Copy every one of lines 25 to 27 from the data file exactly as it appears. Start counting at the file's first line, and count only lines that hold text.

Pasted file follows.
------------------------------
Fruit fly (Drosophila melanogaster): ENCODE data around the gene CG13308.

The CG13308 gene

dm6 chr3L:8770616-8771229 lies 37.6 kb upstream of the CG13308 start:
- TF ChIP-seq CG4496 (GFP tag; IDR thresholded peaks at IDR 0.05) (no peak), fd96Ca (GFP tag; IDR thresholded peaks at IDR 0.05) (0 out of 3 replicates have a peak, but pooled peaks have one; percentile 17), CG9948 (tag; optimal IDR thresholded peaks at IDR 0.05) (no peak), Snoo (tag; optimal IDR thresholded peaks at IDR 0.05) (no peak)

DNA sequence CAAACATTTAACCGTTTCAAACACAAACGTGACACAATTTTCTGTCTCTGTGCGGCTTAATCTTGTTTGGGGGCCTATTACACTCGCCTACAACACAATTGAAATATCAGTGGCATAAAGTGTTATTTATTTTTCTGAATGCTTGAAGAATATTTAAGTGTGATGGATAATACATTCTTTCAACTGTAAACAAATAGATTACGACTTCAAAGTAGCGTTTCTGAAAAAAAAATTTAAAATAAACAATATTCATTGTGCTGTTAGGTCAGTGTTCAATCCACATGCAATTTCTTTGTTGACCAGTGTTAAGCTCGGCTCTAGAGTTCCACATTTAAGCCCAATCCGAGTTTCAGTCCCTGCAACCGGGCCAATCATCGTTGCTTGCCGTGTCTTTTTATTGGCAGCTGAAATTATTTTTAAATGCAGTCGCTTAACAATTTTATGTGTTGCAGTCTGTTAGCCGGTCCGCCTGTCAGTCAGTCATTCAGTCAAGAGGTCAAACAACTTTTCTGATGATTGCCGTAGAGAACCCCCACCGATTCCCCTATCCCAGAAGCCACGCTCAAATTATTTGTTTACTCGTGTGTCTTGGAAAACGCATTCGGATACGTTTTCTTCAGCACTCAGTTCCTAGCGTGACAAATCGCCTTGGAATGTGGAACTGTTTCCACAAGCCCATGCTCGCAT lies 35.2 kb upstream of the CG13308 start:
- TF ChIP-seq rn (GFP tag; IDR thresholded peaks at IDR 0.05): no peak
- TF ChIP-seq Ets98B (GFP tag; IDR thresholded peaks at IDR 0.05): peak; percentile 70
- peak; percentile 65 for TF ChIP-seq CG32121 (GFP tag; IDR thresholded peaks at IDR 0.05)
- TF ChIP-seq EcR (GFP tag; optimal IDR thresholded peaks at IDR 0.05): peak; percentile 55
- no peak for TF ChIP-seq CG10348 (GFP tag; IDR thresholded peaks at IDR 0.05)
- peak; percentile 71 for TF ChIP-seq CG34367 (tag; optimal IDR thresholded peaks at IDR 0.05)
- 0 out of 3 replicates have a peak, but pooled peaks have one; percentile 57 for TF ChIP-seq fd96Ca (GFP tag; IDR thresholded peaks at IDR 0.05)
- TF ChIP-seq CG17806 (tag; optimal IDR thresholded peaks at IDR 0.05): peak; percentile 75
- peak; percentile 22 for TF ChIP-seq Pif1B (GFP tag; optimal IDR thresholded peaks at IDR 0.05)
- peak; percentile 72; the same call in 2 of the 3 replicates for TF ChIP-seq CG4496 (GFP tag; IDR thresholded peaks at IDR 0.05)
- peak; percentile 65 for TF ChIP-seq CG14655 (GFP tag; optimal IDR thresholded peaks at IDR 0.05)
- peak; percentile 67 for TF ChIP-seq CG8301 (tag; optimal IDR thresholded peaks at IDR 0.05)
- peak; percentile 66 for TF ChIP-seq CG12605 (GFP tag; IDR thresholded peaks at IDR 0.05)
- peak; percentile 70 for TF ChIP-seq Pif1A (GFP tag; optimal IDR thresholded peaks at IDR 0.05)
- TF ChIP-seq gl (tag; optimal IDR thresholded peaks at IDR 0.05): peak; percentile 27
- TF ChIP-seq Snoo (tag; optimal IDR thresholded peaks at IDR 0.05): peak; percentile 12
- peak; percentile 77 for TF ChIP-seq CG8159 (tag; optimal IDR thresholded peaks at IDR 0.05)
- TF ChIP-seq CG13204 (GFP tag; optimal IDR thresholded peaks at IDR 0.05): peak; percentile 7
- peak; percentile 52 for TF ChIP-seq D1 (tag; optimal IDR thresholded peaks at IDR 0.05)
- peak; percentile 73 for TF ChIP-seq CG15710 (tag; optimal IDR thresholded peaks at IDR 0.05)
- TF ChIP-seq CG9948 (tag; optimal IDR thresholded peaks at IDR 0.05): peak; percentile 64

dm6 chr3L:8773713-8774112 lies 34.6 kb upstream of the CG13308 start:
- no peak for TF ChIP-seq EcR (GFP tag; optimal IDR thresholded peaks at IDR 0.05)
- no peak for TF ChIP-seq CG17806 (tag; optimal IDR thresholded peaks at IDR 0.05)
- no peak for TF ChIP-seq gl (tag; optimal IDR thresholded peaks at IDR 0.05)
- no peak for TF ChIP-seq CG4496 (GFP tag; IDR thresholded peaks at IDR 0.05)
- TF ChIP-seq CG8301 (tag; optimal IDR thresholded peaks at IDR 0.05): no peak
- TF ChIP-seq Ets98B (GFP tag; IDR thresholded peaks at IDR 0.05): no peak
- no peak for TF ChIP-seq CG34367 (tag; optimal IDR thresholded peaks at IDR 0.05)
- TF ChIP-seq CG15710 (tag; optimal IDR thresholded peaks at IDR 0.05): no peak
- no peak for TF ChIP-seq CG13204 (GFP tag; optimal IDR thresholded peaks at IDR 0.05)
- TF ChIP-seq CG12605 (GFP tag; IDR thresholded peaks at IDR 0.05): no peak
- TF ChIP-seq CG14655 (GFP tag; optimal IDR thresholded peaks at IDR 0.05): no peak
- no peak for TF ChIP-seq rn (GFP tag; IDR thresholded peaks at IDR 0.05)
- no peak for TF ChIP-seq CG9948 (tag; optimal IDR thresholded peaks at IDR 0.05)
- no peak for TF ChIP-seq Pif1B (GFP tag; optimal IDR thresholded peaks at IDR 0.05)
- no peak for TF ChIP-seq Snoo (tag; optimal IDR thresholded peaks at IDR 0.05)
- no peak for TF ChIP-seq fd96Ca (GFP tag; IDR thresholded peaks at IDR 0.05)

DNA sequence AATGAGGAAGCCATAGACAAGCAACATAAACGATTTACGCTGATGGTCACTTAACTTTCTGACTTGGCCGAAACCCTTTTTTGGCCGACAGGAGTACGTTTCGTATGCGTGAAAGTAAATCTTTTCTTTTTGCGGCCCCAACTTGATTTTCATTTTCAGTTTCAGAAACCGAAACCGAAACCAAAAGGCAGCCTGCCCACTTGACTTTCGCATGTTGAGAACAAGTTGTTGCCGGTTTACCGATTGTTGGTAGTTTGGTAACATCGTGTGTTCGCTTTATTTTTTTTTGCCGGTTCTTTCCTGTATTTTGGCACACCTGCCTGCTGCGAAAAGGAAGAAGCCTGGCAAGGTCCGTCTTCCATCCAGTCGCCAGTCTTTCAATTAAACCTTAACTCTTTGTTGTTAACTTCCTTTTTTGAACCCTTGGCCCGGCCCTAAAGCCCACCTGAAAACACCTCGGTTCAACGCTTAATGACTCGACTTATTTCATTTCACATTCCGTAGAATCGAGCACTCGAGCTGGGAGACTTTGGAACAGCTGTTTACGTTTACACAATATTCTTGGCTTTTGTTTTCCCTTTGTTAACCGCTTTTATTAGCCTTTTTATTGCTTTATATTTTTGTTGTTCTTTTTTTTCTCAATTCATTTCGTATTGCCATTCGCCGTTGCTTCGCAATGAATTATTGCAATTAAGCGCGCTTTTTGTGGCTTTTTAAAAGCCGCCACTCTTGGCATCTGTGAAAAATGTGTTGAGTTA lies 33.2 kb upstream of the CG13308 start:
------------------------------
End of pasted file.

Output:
- peak; percentile 73 for TF ChIP-seq CG15710 (tag; optimal IDR thresholded peaks at IDR 0.05)
- TF ChIP-seq CG9948 (tag; optimal IDR thresholded peaks at IDR 0.05): peak; percentile 64

dm6 chr3L:8773713-8774112 lies 34.6 kb upstream of the CG13308 start: